Graphic Design 2
GD224 + GD223
This is an intermediate course in the Graphic Design major. Conceptual and practical solutions are emphasized in projects that are conceived to address and meet various communication objectives. Assignments are based on research, design process communication skills and professional presentation.
Graphic Design 1
FD123 + (FD127 or FD001 ) + (FD129 or FD002 ) + FD118
This is an introductory course for the design major. Studio practice explores the use of hierarchy, form, conceptual thinking, visual representation and interpretation, and the elements of communication. Projects address various essential graphic design formats: logotypes, promotional items, editorial design examples, announcements, and a variety of visual styles. Computer applications: Adobe Photoshop, Adobe Illustrator, and Adobe InDesign.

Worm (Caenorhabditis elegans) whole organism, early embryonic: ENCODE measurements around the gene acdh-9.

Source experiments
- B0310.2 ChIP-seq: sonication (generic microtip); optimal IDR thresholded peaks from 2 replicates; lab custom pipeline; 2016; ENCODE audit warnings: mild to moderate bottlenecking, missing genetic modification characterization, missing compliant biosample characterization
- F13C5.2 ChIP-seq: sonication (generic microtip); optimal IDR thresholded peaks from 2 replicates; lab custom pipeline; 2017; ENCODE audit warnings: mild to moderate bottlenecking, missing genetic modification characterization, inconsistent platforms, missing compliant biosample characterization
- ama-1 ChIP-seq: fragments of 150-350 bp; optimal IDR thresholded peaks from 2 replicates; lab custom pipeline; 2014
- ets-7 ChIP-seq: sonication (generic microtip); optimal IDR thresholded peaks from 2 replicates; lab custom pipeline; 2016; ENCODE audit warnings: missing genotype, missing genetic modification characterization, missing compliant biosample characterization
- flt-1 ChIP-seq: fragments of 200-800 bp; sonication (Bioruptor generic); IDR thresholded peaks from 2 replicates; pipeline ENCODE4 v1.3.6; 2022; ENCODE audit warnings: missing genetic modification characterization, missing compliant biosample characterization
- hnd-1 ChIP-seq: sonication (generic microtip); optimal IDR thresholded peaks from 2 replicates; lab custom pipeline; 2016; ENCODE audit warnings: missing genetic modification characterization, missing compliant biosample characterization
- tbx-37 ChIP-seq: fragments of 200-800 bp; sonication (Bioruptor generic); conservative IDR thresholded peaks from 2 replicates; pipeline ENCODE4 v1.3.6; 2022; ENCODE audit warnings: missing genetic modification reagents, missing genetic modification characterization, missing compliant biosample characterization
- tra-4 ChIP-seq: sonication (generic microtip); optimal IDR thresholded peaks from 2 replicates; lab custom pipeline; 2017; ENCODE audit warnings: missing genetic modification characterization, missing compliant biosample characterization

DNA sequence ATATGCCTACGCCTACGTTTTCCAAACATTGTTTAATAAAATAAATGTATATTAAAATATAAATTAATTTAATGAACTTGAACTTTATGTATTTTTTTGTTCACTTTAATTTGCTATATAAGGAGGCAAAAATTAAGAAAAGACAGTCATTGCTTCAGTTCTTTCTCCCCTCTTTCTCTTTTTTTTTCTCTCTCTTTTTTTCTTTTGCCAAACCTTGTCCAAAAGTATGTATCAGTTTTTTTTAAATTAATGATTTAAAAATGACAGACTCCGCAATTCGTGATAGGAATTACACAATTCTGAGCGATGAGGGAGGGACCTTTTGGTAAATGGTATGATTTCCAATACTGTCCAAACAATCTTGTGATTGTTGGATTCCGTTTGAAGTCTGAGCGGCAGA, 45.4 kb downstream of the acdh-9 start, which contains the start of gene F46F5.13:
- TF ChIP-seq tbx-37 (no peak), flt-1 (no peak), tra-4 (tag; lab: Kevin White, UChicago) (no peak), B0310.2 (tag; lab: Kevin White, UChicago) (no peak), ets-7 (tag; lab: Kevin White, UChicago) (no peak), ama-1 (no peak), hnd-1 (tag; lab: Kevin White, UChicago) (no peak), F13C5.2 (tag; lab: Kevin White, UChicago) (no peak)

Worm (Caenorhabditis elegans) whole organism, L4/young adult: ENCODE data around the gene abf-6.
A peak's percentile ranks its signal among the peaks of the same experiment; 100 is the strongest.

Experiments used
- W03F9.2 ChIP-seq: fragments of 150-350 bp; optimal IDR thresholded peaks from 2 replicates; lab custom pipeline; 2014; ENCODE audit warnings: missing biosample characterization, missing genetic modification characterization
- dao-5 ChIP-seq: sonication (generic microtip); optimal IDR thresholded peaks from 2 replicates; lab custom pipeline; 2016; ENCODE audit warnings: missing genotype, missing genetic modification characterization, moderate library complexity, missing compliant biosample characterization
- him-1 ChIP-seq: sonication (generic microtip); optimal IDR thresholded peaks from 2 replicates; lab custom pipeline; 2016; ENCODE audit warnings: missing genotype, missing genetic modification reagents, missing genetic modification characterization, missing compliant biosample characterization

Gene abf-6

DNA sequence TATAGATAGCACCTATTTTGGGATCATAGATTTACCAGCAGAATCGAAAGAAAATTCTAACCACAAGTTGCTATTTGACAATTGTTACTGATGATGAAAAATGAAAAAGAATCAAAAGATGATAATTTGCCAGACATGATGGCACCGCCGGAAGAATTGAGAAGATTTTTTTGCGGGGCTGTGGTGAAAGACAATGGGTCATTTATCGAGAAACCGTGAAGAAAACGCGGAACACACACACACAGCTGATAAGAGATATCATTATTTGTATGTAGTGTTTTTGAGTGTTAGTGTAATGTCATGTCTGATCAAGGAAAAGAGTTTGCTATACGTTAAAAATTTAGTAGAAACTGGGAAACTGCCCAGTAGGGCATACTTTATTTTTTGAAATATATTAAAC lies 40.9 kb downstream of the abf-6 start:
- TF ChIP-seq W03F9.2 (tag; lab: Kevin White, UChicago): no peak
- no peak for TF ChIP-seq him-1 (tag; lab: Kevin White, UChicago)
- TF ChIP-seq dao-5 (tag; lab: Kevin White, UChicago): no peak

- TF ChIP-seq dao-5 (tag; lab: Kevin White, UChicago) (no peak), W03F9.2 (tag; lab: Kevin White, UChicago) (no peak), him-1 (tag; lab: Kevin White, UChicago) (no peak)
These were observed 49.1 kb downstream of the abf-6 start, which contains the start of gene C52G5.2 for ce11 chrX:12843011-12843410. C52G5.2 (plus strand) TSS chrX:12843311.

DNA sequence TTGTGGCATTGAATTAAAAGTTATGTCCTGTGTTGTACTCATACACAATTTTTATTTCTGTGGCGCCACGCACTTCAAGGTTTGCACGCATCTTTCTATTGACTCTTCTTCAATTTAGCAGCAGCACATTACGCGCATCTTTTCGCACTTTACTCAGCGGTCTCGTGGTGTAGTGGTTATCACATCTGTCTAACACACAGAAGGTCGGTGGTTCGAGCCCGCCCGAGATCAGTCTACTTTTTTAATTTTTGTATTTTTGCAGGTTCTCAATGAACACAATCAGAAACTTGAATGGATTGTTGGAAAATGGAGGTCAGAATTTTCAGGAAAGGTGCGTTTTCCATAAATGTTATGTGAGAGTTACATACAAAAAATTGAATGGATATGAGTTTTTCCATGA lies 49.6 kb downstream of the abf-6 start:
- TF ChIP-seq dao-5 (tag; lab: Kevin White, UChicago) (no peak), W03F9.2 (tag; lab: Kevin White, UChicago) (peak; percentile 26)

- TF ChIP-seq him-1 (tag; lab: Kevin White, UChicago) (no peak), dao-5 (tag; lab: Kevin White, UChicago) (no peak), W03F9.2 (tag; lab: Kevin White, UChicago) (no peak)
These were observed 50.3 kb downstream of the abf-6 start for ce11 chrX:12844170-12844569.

Fund of Digital Imaging – Illustrator
This lecture and studio course is focused on the use vector based imaging software for drawing and design. Comprehension of key terms and concepts are taught, with projects designed to develop practical software skills and aesthetic development. Emphasis is placed upon use of vector drawing tools, stylization techniques, and integration with pixel graphics. Topics include simplification of form, technical drawing, pattern creation, and perspective studies. Primary software: Adobe Illustrator.
3D-1: Animation for Motion Graphics
FD137 + FD142
This advanced course introduces 3-dimensional computer modeling, concepts, technology and techniques (i.e., 3-dimensional virtual coordinate system, wire-frame, texture mapping, light source and camera positioning, etc.) through assignments that emphasize innovative object or product design and photorealistic representation.
GD+DM Advancement Review